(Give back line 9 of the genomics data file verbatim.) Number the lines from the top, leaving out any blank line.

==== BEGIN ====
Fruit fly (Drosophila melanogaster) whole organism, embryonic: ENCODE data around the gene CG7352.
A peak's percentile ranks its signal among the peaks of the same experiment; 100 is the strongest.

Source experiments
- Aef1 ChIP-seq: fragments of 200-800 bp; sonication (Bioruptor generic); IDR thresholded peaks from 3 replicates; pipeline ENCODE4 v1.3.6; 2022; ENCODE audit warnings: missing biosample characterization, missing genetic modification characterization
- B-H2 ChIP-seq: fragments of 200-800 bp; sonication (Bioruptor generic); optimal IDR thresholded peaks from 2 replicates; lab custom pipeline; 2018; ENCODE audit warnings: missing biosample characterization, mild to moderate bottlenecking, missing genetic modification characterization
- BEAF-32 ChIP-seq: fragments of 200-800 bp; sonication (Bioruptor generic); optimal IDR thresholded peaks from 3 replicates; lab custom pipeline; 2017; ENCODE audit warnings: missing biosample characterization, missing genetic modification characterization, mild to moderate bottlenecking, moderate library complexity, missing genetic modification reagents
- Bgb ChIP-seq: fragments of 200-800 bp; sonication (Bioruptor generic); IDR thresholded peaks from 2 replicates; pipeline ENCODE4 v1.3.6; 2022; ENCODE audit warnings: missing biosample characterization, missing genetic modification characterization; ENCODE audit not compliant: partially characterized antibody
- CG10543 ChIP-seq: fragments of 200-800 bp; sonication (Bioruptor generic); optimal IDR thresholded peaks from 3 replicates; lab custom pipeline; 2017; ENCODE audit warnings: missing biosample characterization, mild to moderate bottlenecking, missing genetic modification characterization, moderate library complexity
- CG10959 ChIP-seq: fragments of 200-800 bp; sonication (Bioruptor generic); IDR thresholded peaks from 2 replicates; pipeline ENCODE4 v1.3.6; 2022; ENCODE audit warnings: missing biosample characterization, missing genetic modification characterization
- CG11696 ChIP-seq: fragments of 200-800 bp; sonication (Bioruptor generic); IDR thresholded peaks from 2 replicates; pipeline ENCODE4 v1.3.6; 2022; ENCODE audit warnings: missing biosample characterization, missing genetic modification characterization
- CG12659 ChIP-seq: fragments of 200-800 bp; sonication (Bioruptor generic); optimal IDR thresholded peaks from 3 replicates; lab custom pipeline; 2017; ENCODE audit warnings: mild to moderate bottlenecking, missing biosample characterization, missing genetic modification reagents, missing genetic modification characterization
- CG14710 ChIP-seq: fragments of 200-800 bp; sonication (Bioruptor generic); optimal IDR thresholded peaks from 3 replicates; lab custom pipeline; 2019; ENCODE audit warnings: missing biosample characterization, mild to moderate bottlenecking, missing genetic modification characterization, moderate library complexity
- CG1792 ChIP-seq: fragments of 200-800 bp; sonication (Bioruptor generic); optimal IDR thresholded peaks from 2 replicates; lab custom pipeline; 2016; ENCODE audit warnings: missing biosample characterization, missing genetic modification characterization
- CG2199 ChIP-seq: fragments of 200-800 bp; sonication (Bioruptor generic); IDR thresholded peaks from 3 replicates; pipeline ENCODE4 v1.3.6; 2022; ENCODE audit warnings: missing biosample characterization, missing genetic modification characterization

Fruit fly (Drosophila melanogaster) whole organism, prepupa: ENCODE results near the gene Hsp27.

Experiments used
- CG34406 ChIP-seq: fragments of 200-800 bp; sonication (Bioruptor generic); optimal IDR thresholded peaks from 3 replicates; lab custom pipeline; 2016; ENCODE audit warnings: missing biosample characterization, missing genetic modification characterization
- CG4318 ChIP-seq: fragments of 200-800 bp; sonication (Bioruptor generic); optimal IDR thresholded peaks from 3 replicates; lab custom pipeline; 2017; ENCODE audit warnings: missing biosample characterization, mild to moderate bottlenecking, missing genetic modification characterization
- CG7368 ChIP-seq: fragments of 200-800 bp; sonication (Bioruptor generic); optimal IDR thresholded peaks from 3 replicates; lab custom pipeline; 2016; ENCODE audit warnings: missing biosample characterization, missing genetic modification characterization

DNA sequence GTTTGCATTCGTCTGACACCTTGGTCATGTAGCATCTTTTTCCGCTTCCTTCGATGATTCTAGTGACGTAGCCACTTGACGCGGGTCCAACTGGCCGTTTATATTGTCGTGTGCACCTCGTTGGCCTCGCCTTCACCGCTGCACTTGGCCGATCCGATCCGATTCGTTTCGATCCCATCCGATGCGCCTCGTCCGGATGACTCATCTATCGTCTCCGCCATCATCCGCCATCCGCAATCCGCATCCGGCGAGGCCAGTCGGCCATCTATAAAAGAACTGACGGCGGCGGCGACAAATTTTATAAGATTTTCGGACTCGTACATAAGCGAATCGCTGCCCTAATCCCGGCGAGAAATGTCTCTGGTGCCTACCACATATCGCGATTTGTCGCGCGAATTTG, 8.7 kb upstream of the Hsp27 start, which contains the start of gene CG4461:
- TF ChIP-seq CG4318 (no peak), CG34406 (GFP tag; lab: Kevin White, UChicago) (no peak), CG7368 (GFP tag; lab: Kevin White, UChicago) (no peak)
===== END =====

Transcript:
- CG10959 ChIP-seq: fragments of 200-800 bp; sonication (Bioruptor generic); IDR thresholded peaks from 2 replicates; pipeline ENCODE4 v1.3.6; 2022; ENCODE audit warnings: missing biosample characterization, missing genetic modification characterization